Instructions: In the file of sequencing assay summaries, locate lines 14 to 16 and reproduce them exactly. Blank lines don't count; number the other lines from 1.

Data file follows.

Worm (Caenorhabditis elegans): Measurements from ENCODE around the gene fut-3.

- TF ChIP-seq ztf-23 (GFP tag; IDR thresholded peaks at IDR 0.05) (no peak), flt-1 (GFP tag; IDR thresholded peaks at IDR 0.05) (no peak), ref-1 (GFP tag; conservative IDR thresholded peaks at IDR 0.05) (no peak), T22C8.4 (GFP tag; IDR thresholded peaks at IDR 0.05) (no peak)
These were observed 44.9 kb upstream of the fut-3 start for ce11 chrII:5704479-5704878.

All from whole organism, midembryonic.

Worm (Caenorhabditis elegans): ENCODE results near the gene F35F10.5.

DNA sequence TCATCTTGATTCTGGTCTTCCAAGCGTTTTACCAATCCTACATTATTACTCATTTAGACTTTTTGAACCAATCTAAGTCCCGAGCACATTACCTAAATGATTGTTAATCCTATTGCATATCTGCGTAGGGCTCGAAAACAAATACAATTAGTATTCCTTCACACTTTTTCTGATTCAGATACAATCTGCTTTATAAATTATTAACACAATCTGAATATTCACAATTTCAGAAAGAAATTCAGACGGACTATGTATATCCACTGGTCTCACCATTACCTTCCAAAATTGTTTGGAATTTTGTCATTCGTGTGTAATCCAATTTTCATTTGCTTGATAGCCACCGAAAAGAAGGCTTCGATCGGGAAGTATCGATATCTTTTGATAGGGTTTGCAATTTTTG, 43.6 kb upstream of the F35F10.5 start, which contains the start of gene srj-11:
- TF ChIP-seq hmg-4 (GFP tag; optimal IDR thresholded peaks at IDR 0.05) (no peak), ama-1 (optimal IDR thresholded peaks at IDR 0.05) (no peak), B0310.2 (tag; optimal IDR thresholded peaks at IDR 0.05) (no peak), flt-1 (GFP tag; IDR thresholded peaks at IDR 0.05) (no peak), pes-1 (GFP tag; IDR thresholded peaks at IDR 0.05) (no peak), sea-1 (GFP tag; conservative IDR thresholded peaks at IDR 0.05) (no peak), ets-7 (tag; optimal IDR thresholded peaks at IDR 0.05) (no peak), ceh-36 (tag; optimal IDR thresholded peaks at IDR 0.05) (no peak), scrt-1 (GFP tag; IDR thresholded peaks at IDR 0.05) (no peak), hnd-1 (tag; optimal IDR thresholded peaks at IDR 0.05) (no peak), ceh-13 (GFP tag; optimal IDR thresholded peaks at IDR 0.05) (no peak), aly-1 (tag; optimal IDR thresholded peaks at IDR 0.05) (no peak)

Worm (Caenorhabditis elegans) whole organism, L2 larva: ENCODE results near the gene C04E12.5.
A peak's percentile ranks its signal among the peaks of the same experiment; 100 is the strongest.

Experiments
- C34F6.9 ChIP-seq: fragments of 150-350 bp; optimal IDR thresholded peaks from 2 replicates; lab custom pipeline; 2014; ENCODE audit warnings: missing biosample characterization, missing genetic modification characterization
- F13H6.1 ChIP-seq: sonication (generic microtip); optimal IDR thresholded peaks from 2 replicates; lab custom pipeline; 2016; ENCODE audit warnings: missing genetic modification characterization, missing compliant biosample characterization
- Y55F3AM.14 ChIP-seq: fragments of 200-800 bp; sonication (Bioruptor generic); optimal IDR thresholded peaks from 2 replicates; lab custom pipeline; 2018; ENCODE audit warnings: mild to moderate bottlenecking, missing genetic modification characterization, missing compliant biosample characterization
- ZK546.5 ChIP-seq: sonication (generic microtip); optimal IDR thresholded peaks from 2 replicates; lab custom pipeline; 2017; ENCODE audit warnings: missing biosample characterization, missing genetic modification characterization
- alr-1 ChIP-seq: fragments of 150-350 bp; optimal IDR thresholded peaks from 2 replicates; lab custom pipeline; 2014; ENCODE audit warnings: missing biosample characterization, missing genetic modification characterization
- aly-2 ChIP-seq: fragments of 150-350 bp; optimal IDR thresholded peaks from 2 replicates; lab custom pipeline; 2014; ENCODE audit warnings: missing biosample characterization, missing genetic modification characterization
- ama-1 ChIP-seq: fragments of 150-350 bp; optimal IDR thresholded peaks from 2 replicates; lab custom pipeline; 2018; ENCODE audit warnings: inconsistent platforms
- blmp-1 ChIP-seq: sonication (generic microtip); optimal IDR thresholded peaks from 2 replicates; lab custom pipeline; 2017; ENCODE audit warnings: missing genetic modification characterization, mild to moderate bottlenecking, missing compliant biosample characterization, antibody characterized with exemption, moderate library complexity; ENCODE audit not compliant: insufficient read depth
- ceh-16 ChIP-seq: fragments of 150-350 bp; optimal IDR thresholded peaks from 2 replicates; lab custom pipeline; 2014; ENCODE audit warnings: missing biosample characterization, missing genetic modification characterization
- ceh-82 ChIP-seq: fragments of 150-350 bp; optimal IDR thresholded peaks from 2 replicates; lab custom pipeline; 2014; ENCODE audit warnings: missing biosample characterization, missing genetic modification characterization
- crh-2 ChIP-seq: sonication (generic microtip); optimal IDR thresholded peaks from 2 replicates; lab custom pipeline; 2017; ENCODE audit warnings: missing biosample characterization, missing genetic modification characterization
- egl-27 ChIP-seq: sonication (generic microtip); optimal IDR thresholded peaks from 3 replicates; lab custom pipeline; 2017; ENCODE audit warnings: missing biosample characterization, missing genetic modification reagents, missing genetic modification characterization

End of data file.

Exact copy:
- ZK546.5 ChIP-seq: sonication (generic microtip); optimal IDR thresholded peaks from 2 replicates; lab custom pipeline; 2017; ENCODE audit warnings: missing biosample characterization, missing genetic modification characterization
- alr-1 ChIP-seq: fragments of 150-350 bp; optimal IDR thresholded peaks from 2 replicates; lab custom pipeline; 2014; ENCODE audit warnings: missing biosample characterization, missing genetic modification characterization
- aly-2 ChIP-seq: fragments of 150-350 bp; optimal IDR thresholded peaks from 2 replicates; lab custom pipeline; 2014; ENCODE audit warnings: missing biosample characterization, missing genetic modification characterization